Will the NASL ever get it right?

Questioning the timing of announcements and scheduling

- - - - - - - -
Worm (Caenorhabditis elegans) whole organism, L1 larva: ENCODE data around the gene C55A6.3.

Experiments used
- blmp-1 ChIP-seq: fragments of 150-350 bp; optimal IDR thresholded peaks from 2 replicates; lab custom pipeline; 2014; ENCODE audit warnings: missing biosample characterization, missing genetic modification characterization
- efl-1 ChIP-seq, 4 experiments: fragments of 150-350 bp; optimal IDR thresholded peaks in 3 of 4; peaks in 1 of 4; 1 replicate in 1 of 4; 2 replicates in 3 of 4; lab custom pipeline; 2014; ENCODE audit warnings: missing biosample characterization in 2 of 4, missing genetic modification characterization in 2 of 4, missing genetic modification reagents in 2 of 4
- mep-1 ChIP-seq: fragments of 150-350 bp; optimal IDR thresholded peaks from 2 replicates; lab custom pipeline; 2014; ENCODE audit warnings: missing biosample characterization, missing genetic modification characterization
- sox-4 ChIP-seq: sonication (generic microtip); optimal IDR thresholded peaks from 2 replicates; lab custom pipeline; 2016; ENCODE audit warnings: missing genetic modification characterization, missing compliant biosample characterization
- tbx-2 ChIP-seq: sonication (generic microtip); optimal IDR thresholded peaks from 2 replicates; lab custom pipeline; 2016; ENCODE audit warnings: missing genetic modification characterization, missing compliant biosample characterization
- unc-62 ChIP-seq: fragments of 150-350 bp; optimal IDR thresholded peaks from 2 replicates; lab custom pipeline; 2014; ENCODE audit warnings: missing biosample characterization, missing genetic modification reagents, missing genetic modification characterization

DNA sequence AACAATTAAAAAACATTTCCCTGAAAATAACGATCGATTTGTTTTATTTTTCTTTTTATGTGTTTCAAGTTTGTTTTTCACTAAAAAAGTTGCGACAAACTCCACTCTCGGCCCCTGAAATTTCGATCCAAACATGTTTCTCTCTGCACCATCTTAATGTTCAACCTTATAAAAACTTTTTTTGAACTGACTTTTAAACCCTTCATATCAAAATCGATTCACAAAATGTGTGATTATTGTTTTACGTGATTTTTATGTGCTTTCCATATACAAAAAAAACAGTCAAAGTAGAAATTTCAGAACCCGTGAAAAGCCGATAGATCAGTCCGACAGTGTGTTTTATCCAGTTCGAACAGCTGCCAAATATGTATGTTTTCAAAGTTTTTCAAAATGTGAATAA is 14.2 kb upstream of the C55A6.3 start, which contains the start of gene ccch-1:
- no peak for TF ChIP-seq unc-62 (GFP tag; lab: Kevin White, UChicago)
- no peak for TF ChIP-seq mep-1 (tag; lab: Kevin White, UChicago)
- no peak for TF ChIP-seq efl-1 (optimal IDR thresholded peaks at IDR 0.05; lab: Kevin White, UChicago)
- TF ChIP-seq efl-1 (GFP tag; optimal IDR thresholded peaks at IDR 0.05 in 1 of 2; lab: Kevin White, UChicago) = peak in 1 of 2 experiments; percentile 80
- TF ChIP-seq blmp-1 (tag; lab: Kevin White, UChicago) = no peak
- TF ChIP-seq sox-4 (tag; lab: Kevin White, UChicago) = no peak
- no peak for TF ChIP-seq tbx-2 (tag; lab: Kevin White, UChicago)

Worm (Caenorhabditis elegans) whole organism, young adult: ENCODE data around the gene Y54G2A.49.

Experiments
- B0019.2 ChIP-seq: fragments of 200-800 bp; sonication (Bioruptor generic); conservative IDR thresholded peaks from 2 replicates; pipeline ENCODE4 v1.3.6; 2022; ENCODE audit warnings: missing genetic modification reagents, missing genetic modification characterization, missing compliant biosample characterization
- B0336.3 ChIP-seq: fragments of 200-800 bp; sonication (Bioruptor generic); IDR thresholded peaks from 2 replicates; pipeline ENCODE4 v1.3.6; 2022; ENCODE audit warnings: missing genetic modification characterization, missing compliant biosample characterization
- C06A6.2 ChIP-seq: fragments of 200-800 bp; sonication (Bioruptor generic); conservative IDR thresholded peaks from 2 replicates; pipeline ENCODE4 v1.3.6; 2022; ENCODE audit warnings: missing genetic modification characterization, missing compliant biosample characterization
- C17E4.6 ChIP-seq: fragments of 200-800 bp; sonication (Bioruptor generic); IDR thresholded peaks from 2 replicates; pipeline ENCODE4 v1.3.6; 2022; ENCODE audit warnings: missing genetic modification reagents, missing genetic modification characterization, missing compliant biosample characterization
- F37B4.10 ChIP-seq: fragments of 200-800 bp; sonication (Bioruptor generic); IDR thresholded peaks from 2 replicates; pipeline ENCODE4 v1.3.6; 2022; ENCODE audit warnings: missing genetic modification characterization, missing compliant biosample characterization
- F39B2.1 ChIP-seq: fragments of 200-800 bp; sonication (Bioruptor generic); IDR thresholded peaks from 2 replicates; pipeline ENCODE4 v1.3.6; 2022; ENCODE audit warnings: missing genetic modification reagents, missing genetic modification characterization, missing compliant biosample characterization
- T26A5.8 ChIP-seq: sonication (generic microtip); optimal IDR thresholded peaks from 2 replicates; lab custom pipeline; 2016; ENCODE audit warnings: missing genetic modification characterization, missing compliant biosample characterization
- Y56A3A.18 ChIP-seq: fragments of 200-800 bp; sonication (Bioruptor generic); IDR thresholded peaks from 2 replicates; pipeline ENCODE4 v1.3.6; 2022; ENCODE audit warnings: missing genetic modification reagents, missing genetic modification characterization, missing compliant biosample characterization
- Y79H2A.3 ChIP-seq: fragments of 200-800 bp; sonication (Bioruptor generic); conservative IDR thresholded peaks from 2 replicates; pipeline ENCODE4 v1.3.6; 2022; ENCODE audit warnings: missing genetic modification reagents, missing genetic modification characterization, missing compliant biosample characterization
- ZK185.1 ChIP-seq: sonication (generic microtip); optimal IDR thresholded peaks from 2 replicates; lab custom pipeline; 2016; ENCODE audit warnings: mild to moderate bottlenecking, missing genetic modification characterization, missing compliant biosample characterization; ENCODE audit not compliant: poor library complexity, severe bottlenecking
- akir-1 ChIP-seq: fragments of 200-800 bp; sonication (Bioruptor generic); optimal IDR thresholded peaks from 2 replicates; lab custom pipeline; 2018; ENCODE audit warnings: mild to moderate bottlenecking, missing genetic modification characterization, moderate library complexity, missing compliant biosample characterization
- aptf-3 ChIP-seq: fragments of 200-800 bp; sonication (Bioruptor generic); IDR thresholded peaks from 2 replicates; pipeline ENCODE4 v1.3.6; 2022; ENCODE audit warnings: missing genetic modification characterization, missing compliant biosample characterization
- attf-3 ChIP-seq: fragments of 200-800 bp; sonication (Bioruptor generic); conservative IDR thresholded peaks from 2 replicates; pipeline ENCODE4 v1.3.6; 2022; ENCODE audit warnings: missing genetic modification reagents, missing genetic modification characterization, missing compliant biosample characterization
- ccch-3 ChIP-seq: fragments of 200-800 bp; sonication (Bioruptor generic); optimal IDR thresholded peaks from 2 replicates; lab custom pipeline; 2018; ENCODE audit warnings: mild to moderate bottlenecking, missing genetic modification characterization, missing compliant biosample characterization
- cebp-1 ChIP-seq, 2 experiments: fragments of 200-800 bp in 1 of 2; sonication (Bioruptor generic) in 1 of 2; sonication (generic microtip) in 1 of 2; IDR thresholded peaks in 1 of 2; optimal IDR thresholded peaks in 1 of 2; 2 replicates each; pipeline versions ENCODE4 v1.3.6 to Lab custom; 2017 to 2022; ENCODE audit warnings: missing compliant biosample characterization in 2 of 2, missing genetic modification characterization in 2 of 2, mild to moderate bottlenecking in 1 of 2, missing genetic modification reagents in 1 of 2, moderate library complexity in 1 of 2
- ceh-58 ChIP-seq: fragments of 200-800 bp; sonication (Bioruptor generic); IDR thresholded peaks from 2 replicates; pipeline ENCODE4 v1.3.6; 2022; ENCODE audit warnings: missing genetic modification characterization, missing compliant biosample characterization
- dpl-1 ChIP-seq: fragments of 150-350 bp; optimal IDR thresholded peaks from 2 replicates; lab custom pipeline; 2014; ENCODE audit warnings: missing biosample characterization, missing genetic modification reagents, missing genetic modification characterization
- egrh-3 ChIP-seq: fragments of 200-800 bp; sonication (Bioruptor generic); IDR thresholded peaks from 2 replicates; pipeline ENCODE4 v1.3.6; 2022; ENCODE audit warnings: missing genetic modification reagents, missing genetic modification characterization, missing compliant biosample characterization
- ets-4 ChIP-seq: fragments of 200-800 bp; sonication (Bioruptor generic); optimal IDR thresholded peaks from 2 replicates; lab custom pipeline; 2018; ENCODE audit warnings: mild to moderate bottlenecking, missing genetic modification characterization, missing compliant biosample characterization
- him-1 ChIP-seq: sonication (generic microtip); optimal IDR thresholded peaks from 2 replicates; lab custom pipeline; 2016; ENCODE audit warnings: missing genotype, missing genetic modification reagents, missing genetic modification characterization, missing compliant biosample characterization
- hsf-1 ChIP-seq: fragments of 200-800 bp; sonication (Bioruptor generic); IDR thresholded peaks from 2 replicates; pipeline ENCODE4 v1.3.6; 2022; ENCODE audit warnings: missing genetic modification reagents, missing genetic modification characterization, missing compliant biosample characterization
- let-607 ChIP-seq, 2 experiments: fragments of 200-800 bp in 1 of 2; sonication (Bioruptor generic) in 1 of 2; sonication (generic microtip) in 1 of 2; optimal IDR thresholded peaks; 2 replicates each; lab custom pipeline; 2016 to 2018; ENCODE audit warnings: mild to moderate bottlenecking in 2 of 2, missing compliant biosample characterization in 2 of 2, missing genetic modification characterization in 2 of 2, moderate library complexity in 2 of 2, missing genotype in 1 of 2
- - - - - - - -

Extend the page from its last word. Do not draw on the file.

The North American Soccer League (NASL) has made it very clear they want to create their own path towards becoming the top division in the United States. In doing so, the NASL has neglected their timing of big announcements and scheduling games at questionable times. Therefore, we must ask, does the NASL realize what else is going on in the world of sports and do they really care? In some aspects, I understand the NASL wants to create a name for itself and cannot worry about what else is going on in sports. But the longer the NASL continues their questionable timing of announcements and scheduling conflicts they will remain “second fiddle” in the media and overlooked by fans of the beautiful game. Below are just a few examples of the poor judgments and miscalculations the league has made relating to announcements and scheduling. WOMEN’S WORLD CUP On July 5th of last year the United States Women’s National Team played in the final of the World Cup in Canada. As the US went on to beat Japan in a rematch from four years prior, the NASL scheduled three games on the same day. Two of the three games involved teams from Canada. Ottawa triumphed over Jacksonville. Edmonton played in Fort McMurrary and easily beat San Antonio. While the third game of the day featured the New York Cosmos and Indy Eleven and started the same time as the US-Japan game, finishing in a stalemate. I know the NASL tries to accommodate every team’s wishes and has to work around scheduling conflicts if a team does not own or has to share their stadium. However, I would have hoped the league at least acknowledged the fact that the biggest event in soccer that year was taking place on July 5th and would want all soccer fans to witness the final of the Women’s World Cup- Could you imagine if Canada was in the final of the Women’s World Cup and the nightmares that would have existed? INTERNATIONAL BREAKS November 13th through 17th of last year was an international break and featured Men’s World Cup Qualifying games in North and Central America and the Caribbean. One of those teams participating during this time was Canada. While the Canadian national team beat Honduras on the 13th and tied El Salvador on the 17th , the Ottawa Fury were playing in the Soccer Bowl final against the New York Cosmos during this time. The Fury lost 3-2 without their play maker, Julian De Guzman, who is the captain for Canada. Major League Soccer (MLS) and clubs across the world still struggle with the international breaks. The jealousy and greed to keep a player fresh for the club instead of allowing them to represent their country at the highest level is a controversial issue in soccer. Although the 2015 Soccer Bowl was memorable and a great game at that, we can only ask ourselves “what if” the Fury were able to feature De Guzman in their starting lineup? 2016 SCHEDULE ANNOUNCED On the same day the NASL announced their schedule for the 2016 campaign, an exciting day indeed, the MLS had something else going on at the same time. The media, coaches, players, and soccer fans from across the world gathered at the National Soccer Coaches Association of America (NSCAA) Convention in Baltimore to witness the MLS SuperDraft. The only attention the NASL schedule received was from the league’s clubs and their supporters. While dominate mainstream attention was on the MLS and their drama filled day. This may explain the lack presence the NASL had at the NSCAA Convention, the largest coaches’ organization in the world, and could be the reason why they wanted to announce it the same time as the MLS SuperDraft. Even the NWSL (National Women’s Soccer League) held their draft at the NSCAA Convention and received massive attention. Maybe next year the NASL will announce the 2017 schedule at the NSCAA Convention and draw attention from across the world. BASEBALL AND COLLEGE BASEKTBALL Opening day for Major League Baseball (MLB) represents a defining moment for people in the United States and Canada that they have survived the winter and can welcome spring with open arms. Of course, Opening Day is no longer a one day event and is spread out over a tedious two weeks, beginning on April 3rd of this year. The city of Miami will have to choose between the Strikers-Miami FC game or the Marlins hosting the Yankees in an exhibition. The Tampa Bay Rowdies will not have to contend with a Rays home game, but Indy supporters may have a conflict of interest. The Pirates and Reds will be playing at Victory Field in Indianapolis that afternoon. Hopefully, the Eleven are pushing Tampa for a mid-afternoon kickoff that does not conflict with the other sporting event that night. NASL clubs in Cary, Edmonton, New York City, Oklahoma City, Ottawa, and the Twin Cities should have the attention of their respected citizens that Saturday- well maybe. Baseball figured out they cannot compete with the Men’s Final Four College Basketball semifinals and final on April 2nd and 4th. Majority of the MLB games on April 4th will be during the day and allows sports fans to enjoy a relaxing Monday on the couch or at a local watering hole. So why did the NASL think that they could compete with college basketball and baseball? One thing is for sure, if the motherboards of sports media in Bristol, Connecticut or Los Angeles are not broadcasting peanuts and crackerjacks games, they will be covering the wood floors of basketball in Houston, Texas. Starting the season on March 26th or April 9th would have been the better option for the NASL, their teams, and fans.   Overall, I like what the NASL has to offer in terms of competition, no salary cap, and a free market in allowing teams to hand pick their rosters. What I do not understand is the league’s senseless effort to make announcements or schedule events when the sports world’s attention is elsewhere. Becoming more conscious of these things may give the NASL a glimmer of hope that the mainstream media will pick up on the lower leagues of soccer and allow the average fan of sports to be aware that there are professional soccer leagues in the United States and Canada below MLS. A glimmer of hope. That is better than what the league has right now in terms of media coverage in the United States.